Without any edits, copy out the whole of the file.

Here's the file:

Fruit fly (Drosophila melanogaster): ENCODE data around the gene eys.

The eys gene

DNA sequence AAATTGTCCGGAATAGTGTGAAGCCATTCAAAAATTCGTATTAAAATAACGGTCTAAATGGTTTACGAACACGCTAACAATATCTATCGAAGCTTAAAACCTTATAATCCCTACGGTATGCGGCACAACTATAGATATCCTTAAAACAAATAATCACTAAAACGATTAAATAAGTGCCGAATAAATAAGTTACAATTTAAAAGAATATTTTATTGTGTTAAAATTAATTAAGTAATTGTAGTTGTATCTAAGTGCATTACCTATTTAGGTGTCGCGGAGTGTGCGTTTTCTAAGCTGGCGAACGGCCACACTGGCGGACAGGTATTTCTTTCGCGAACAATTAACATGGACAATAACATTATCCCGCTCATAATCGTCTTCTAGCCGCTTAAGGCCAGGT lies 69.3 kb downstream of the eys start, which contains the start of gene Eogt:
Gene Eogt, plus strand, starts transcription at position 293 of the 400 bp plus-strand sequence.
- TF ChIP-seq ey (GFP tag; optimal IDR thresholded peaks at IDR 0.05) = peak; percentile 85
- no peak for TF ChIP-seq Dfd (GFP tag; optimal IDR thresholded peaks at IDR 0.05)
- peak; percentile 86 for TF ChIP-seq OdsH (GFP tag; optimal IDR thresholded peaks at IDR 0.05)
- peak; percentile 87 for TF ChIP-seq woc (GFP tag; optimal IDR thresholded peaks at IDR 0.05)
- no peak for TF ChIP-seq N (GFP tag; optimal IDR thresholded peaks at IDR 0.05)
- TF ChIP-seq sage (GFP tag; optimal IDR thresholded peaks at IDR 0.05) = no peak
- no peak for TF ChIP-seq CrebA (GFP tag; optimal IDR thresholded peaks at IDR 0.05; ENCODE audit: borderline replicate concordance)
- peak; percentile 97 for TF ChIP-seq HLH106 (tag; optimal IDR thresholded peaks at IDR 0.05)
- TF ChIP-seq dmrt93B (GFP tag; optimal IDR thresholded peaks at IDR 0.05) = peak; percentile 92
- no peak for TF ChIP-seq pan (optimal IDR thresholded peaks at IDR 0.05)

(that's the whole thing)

Fruit fly (Drosophila melanogaster): ENCODE data around the gene eys.

The eys gene

DNA sequence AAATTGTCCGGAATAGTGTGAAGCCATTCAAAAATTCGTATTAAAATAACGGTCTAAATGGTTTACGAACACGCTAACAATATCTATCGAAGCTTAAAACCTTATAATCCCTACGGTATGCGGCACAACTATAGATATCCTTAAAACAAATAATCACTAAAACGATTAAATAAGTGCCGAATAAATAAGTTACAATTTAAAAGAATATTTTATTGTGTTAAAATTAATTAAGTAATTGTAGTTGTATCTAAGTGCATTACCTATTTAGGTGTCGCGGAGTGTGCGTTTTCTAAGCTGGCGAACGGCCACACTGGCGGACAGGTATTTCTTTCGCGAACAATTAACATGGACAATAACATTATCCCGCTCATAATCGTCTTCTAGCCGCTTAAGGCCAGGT lies 69.3 kb downstream of the eys start, which contains the start of gene Eogt:
Gene Eogt, plus strand, starts transcription at position 293 of the 400 bp plus-strand sequence.
- TF ChIP-seq ey (GFP tag; optimal IDR thresholded peaks at IDR 0.05) = peak; percentile 85
- no peak for TF ChIP-seq Dfd (GFP tag; optimal IDR thresholded peaks at IDR 0.05)
- peak; percentile 86 for TF ChIP-seq OdsH (GFP tag; optimal IDR thresholded peaks at IDR 0.05)
- peak; percentile 87 for TF ChIP-seq woc (GFP tag; optimal IDR thresholded peaks at IDR 0.05)
- no peak for TF ChIP-seq N (GFP tag; optimal IDR thresholded peaks at IDR 0.05)
- TF ChIP-seq sage (GFP tag; optimal IDR thresholded peaks at IDR 0.05) = no peak
- no peak for TF ChIP-seq CrebA (GFP tag; optimal IDR thresholded peaks at IDR 0.05; ENCODE audit: borderline replicate concordance)
- peak; percentile 97 for TF ChIP-seq HLH106 (tag; optimal IDR thresholded peaks at IDR 0.05)
- TF ChIP-seq dmrt93B (GFP tag; optimal IDR thresholded peaks at IDR 0.05) = peak; percentile 92
- no peak for TF ChIP-seq pan (optimal IDR thresholded peaks at IDR 0.05)